Prime Minister Gordon Brown has welcomed the agreement of a new EU treaty, reached after last-minute changes at a summit in Portugal.
Mr Brown said Britain's interests would be "protected" with opt-outs
"The red lines have been secured. The British national interest has been protected," Mr Brown said.
He said Britain can still set its own policies on justice, home and foreign affairs, as well as security.
But shadow Europe minister Mark Francois said the Conservatives would continue to campaign for a referendum.
Mr Brown said: "It is now time for Europe to move on and devote all our efforts to the issues that matter to the people of Europe - economic growth, jobs, climate change and security."
Earlier the European Commission's president Jose Manuel Barroso said Britain's requests for concessions in the EU treaty were likely to be met, but it must not make any fresh demands.
He added he hoped for no further "difficulties" at the two-day summit in Lisbon as he urged all EU leaders to back the treaty.
"We prefer to have a solution that is broadly agreed with some specific opt-outs for some countries than not to move forward," he had said.
Foreign Secretary David Miliband told BBC Radio 4's Today programme: "The consequence of this treaty is that Europe has to prove that it can make a real difference to people's lives on issues like climate change, jobs and terrorism."
The opt-outs, which Mr Brown referred to as "red lines", were in areas such as human rights, tax and benefits, foreign policy and justice.
The prime minister said that if these made the final draft of the treaty, it would avoid any significant transfer of power to Brussels.
Mr Barroso said a "broadly agreed" EU treaty would be a good outcome
"I've been determined that Britain will continue to decide in justice and home affairs - and I believe that the detailed changes that are being made with the opt-in for Britain in this area protect the British national interests," Mr Brown said at a news conference in the Portuguese capital before the deal was reached.
"On foreign affairs and security matters, it is important for us that Britain can decide, and that's why we have been determined that foreign policy remains inter-governmental and decisions are made by unanimity.
"On social security, we have been determined that there is an emergency break - and in some cases a veto - so that decisions are made in the interests of Britain."
Mr Brown, attending his first EU summit as prime minister, had pledged to veto the treaty if Britain's "red lines" were not fully incorporated.
Tory Mark Francois said: "In the small hours of the night Gordon Brown has agreed the revised EU constitution which potentially transfers massive powers from Britain to the EU.
"He had absolutely no democratic mandate to do this and we will now step up our campaign to secure the referendum which he promised the British people all along."
And shadow foreign secretary William Hague said that by failing to agree to a referendum, Mr Brown was "still treating the British people like fools" with comments that had "reached new depths of cynicism".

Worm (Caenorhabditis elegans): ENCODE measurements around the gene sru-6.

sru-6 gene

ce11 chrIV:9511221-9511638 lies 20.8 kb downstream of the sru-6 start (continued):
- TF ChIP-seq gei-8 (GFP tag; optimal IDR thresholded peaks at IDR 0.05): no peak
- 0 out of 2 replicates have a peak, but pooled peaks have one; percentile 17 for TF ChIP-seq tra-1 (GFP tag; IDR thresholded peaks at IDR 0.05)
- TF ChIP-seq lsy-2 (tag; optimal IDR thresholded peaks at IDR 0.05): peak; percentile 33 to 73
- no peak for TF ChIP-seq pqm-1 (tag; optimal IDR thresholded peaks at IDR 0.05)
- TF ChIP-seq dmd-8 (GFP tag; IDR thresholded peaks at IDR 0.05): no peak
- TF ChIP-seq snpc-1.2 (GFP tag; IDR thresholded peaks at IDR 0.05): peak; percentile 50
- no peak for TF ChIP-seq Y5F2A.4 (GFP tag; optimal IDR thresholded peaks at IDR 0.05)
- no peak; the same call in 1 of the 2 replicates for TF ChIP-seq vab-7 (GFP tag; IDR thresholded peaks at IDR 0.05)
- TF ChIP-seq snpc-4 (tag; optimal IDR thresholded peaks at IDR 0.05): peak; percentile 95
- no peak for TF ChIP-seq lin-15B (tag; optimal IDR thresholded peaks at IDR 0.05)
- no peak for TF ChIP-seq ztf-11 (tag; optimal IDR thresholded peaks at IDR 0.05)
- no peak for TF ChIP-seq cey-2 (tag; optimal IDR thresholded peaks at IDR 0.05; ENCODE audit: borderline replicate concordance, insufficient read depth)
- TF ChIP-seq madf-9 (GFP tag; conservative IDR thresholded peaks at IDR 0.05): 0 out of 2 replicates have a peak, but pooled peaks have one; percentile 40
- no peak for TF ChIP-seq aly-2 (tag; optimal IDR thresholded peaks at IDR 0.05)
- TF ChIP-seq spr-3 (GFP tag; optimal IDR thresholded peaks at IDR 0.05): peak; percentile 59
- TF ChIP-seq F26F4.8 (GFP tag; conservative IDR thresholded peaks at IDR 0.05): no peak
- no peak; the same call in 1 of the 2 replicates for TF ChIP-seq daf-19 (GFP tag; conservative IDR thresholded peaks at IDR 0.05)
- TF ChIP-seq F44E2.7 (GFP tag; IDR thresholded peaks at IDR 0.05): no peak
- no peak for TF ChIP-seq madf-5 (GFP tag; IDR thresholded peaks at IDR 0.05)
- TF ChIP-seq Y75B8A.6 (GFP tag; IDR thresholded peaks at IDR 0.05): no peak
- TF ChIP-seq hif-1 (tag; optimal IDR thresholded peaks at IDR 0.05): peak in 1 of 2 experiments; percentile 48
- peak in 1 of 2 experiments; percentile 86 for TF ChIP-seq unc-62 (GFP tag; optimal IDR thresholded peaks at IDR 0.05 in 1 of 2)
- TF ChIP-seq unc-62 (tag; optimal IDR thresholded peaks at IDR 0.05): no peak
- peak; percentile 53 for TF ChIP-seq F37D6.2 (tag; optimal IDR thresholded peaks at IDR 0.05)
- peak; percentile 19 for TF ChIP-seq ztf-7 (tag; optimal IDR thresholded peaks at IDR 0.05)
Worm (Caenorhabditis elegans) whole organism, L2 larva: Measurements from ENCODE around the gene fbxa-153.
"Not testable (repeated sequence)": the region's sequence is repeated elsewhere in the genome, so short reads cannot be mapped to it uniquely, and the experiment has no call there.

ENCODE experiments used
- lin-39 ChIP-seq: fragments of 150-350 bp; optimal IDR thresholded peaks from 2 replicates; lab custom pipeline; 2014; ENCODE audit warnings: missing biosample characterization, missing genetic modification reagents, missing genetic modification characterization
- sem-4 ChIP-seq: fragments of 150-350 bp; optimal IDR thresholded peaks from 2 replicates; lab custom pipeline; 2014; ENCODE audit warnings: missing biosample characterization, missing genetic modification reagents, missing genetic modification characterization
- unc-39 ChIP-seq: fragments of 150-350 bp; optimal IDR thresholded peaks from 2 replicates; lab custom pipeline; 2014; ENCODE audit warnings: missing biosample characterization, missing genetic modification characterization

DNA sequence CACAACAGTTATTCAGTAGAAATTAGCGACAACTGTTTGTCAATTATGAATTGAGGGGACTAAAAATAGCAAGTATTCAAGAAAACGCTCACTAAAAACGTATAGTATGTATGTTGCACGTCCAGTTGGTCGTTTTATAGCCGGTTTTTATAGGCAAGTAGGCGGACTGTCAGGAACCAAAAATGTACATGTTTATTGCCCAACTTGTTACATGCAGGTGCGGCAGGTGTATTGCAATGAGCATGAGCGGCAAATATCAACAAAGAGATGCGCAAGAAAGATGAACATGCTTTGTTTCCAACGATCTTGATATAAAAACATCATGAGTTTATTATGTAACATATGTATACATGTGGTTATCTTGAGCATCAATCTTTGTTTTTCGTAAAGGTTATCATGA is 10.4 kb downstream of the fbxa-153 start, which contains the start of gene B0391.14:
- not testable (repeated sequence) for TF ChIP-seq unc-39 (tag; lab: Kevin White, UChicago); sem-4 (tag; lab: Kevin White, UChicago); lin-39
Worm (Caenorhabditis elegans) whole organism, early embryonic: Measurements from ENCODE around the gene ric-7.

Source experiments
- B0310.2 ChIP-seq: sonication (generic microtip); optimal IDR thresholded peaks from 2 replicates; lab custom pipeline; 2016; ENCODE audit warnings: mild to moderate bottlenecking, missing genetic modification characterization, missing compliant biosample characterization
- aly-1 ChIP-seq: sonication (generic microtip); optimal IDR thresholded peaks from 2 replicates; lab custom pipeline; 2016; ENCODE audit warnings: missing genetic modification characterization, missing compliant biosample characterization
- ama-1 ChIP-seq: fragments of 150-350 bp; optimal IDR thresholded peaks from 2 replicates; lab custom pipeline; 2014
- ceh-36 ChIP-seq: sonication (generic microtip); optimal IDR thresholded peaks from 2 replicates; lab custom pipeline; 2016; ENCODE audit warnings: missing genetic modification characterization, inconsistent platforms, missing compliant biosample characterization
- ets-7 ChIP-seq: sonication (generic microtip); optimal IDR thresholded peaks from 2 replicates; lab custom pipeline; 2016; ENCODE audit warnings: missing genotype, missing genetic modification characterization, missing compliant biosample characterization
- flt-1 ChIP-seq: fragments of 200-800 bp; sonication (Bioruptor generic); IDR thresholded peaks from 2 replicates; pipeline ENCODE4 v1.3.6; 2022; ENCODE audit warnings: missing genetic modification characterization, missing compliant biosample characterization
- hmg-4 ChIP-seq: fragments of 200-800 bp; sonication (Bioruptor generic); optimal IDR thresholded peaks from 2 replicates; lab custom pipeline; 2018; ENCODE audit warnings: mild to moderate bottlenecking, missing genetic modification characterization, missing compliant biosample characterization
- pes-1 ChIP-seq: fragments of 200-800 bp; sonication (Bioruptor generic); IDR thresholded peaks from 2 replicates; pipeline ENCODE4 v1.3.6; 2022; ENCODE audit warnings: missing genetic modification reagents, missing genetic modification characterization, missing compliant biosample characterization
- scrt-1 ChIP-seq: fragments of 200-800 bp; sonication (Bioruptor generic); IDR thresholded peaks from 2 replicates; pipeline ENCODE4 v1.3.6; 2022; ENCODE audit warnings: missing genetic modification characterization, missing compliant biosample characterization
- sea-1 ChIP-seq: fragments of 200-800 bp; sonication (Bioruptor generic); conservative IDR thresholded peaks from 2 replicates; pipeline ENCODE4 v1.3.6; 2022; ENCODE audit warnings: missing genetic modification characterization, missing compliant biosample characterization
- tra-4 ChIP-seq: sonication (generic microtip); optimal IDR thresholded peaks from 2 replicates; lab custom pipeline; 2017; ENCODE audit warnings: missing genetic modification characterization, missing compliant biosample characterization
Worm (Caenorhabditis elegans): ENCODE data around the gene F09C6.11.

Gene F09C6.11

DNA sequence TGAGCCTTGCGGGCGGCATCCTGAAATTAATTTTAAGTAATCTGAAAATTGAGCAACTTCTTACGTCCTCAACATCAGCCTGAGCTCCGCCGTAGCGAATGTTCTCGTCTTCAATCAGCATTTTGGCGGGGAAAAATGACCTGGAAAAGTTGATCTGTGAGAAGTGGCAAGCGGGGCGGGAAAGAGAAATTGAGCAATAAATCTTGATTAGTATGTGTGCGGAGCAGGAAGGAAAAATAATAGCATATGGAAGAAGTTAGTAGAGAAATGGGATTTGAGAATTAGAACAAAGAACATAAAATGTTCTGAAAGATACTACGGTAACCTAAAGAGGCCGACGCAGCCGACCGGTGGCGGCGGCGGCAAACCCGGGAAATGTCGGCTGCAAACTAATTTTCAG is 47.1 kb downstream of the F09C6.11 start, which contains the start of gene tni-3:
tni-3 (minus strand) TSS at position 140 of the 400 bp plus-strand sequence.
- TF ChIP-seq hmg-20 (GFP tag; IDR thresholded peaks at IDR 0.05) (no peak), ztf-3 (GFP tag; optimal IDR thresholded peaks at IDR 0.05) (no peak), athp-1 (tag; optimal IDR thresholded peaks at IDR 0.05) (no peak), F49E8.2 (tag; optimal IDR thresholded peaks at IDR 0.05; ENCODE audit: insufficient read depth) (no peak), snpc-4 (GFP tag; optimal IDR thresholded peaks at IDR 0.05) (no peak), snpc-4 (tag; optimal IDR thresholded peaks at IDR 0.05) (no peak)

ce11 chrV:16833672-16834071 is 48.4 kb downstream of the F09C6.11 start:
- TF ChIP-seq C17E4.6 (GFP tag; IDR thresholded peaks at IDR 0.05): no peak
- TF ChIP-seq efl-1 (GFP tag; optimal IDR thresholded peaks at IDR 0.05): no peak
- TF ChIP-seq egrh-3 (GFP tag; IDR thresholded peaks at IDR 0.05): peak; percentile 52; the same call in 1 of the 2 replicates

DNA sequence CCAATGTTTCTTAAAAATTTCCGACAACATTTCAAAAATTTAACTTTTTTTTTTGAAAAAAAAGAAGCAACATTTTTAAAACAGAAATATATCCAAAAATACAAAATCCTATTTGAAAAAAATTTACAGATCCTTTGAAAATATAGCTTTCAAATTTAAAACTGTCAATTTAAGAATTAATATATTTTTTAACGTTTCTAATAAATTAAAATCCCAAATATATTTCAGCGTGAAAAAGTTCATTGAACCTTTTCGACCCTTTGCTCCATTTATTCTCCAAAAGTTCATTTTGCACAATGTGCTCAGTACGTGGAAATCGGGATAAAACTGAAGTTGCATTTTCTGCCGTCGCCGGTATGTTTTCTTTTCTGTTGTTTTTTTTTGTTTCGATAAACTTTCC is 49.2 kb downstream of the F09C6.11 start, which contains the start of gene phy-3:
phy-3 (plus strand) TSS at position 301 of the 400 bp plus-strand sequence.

"He still claims that because the name 'constitution' has been dropped, this treaty is somehow different, even though the European Scrutiny Committee has specifically told him his argument is misleading.
"He claims that this treaty is about making a free-trading Europe work better, when he knows that it downgrades the importance of free competition."
But Mr Miliband said the constitution was "dead" and "by no measure" could the treaty be called a constitution.
He said it was time to dispel the "myths" that the treaty amounted to "the end of Britain".
Mr Hague said polls showed most British people wanted a referendum
'Country called Europe'
The UK Independence Party (UKIP) has also demanded a referendum, along with some Labour MPs, while ex-Lib Dem leader Sir Menzies Campbell has said a public vote should be held on the wider question of UK membership of the EU as well.
Speaking on BBC Radio 4, UKIP leader Nigel Farage said: "We've agreed a treaty that makes the European Union a country, a country called Europe now exists.
"Once this treaty goes through there's no legal debate or argument about that."
But Mr Brown was adamant a referendum was not needed.
"If we were debating as big an issue as Britain's membership of the euro, I would have been the first - indeed, I was the first - to say this is such an issue of great significance that the British people must vote in a referendum," he said.
"If it was the previous constitutional treaty, I would have argued, as we did, that there should have been a referendum. But this is an amending treaty, where the constitutional concept has been abandoned."
He said this was "a very different document" to the failed EU constitution, on which voters in the UK were promised a referendum.
And a parliamentary debate would be "the proper way of discussing this", he insisted, as long as the "red lines" made the final draft.